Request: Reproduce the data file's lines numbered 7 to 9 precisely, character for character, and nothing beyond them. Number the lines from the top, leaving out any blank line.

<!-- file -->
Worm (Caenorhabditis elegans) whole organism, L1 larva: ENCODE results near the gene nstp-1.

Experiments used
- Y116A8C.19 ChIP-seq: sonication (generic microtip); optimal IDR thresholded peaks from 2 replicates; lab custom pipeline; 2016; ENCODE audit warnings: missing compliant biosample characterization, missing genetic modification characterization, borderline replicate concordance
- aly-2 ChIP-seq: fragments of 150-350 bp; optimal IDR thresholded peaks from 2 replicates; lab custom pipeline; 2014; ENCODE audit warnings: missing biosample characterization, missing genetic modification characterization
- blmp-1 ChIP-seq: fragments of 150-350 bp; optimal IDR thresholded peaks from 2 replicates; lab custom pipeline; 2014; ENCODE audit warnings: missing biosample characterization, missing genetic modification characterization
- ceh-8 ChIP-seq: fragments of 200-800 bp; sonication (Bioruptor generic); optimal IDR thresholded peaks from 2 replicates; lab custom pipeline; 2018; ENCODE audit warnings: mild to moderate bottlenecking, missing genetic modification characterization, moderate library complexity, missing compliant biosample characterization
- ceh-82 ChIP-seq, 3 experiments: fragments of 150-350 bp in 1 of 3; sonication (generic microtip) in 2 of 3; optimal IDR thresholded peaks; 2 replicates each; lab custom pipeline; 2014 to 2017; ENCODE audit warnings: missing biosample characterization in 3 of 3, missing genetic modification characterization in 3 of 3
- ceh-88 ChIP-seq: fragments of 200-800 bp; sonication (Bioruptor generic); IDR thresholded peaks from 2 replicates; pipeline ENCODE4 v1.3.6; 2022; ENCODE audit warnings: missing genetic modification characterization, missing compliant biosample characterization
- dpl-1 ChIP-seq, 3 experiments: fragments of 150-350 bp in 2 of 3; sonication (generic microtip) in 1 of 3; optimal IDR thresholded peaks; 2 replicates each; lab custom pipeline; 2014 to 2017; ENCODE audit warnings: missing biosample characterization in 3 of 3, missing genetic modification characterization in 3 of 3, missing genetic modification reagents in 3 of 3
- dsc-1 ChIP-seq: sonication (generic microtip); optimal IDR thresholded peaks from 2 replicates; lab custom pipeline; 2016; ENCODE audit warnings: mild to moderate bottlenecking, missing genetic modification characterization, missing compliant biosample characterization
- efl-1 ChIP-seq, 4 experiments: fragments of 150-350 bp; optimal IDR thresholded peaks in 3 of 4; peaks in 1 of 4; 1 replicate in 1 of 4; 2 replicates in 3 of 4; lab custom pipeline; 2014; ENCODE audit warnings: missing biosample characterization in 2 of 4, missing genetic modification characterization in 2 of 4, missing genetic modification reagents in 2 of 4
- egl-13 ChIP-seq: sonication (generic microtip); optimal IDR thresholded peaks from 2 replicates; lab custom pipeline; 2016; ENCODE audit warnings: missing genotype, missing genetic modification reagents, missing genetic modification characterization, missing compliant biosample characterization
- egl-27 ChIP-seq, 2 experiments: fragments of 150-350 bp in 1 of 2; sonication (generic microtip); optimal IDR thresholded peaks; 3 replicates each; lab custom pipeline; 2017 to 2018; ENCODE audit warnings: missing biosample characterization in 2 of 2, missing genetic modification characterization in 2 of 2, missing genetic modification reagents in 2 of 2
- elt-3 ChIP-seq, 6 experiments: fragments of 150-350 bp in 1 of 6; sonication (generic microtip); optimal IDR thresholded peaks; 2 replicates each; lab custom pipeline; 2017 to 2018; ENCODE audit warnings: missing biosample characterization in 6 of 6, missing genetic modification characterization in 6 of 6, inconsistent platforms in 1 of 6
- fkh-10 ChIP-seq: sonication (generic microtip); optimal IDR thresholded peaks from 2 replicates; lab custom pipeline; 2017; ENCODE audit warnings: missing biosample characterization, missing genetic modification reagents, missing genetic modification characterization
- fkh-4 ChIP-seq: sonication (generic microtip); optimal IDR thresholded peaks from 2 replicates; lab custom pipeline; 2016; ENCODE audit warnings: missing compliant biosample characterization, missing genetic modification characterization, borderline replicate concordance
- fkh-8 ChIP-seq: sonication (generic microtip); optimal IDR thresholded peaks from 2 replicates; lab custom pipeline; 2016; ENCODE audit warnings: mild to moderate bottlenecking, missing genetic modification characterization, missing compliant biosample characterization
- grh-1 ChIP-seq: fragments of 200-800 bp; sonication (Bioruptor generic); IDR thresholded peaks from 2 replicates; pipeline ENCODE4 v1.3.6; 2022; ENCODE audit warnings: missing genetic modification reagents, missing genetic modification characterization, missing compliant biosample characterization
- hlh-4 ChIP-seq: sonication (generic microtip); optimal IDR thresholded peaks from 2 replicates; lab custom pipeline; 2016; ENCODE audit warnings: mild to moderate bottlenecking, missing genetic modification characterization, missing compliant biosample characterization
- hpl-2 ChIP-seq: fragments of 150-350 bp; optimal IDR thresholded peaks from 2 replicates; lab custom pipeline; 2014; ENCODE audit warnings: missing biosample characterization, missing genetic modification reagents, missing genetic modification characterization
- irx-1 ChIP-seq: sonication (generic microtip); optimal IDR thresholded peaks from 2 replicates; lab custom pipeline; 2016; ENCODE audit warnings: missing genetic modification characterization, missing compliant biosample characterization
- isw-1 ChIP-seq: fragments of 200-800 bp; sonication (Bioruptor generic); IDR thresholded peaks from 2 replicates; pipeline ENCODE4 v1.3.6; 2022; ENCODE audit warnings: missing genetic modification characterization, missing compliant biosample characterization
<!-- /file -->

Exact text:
- ceh-82 ChIP-seq, 3 experiments: fragments of 150-350 bp in 1 of 3; sonication (generic microtip) in 2 of 3; optimal IDR thresholded peaks; 2 replicates each; lab custom pipeline; 2014 to 2017; ENCODE audit warnings: missing biosample characterization in 3 of 3, missing genetic modification characterization in 3 of 3
- ceh-88 ChIP-seq: fragments of 200-800 bp; sonication (Bioruptor generic); IDR thresholded peaks from 2 replicates; pipeline ENCODE4 v1.3.6; 2022; ENCODE audit warnings: missing genetic modification characterization, missing compliant biosample characterization
- dpl-1 ChIP-seq, 3 experiments: fragments of 150-350 bp in 2 of 3; sonication (generic microtip) in 1 of 3; optimal IDR thresholded peaks; 2 replicates each; lab custom pipeline; 2014 to 2017; ENCODE audit warnings: missing biosample characterization in 3 of 3, missing genetic modification characterization in 3 of 3, missing genetic modification reagents in 3 of 3